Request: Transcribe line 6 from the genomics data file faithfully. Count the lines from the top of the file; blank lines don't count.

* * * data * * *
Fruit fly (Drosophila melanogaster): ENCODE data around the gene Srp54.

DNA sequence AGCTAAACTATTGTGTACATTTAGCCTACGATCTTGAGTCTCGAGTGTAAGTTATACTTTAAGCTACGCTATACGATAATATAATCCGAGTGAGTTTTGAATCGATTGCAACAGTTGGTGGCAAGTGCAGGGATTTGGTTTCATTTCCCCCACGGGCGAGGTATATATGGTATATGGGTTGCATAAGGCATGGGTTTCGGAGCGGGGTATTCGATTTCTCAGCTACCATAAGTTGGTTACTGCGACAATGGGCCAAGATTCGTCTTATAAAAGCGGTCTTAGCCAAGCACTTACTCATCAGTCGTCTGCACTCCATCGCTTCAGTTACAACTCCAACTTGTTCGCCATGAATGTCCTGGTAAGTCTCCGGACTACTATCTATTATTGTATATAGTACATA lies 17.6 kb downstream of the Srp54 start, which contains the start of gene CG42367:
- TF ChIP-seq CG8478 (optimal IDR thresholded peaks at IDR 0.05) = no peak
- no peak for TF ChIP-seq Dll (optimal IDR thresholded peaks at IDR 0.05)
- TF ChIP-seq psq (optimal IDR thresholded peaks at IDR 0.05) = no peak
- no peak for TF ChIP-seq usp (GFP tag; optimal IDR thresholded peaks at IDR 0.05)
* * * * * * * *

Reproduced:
- no peak for TF ChIP-seq usp (GFP tag; optimal IDR thresholded peaks at IDR 0.05)